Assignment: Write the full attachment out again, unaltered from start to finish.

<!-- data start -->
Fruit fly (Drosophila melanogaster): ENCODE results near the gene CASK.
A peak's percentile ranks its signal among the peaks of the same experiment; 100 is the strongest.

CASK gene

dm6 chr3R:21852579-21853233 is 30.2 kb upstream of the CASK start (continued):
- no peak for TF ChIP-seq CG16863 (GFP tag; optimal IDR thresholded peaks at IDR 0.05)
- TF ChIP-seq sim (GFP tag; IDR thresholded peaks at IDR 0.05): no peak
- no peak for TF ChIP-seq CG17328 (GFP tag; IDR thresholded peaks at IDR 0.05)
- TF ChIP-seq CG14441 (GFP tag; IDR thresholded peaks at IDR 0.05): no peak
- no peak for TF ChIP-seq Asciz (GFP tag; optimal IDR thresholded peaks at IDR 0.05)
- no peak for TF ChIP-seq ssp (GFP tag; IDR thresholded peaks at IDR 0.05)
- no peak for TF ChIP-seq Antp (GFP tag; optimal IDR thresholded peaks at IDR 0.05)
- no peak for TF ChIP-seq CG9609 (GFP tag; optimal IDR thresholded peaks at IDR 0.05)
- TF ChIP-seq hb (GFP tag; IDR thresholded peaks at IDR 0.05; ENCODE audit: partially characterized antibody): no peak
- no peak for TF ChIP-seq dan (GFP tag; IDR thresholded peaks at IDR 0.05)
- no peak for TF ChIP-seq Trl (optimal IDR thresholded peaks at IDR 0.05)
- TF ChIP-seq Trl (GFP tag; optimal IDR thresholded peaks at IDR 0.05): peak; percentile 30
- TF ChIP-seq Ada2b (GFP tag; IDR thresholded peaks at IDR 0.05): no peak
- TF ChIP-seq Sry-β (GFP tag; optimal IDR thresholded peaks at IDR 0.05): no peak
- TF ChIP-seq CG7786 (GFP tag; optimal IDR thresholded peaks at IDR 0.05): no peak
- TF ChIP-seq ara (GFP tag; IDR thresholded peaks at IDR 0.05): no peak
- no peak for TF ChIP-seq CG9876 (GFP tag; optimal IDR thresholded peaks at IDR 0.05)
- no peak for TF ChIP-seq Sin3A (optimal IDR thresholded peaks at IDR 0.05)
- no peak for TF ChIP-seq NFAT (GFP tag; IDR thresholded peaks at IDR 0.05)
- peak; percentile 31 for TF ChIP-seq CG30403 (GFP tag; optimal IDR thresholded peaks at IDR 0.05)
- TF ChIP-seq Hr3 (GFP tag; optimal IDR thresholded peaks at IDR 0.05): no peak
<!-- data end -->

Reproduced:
Fruit fly (Drosophila melanogaster): ENCODE results near the gene CASK.
A peak's percentile ranks its signal among the peaks of the same experiment; 100 is the strongest.

CASK gene

dm6 chr3R:21852579-21853233 is 30.2 kb upstream of the CASK start (continued):
- no peak for TF ChIP-seq CG16863 (GFP tag; optimal IDR thresholded peaks at IDR 0.05)
- TF ChIP-seq sim (GFP tag; IDR thresholded peaks at IDR 0.05): no peak
- no peak for TF ChIP-seq CG17328 (GFP tag; IDR thresholded peaks at IDR 0.05)
- TF ChIP-seq CG14441 (GFP tag; IDR thresholded peaks at IDR 0.05): no peak
- no peak for TF ChIP-seq Asciz (GFP tag; optimal IDR thresholded peaks at IDR 0.05)
- no peak for TF ChIP-seq ssp (GFP tag; IDR thresholded peaks at IDR 0.05)
- no peak for TF ChIP-seq Antp (GFP tag; optimal IDR thresholded peaks at IDR 0.05)
- no peak for TF ChIP-seq CG9609 (GFP tag; optimal IDR thresholded peaks at IDR 0.05)
- TF ChIP-seq hb (GFP tag; IDR thresholded peaks at IDR 0.05; ENCODE audit: partially characterized antibody): no peak
- no peak for TF ChIP-seq dan (GFP tag; IDR thresholded peaks at IDR 0.05)
- no peak for TF ChIP-seq Trl (optimal IDR thresholded peaks at IDR 0.05)
- TF ChIP-seq Trl (GFP tag; optimal IDR thresholded peaks at IDR 0.05): peak; percentile 30
- TF ChIP-seq Ada2b (GFP tag; IDR thresholded peaks at IDR 0.05): no peak
- TF ChIP-seq Sry-β (GFP tag; optimal IDR thresholded peaks at IDR 0.05): no peak
- TF ChIP-seq CG7786 (GFP tag; optimal IDR thresholded peaks at IDR 0.05): no peak
- TF ChIP-seq ara (GFP tag; IDR thresholded peaks at IDR 0.05): no peak
- no peak for TF ChIP-seq CG9876 (GFP tag; optimal IDR thresholded peaks at IDR 0.05)
- no peak for TF ChIP-seq Sin3A (optimal IDR thresholded peaks at IDR 0.05)
- no peak for TF ChIP-seq NFAT (GFP tag; IDR thresholded peaks at IDR 0.05)
- peak; percentile 31 for TF ChIP-seq CG30403 (GFP tag; optimal IDR thresholded peaks at IDR 0.05)
- TF ChIP-seq Hr3 (GFP tag; optimal IDR thresholded peaks at IDR 0.05): no peak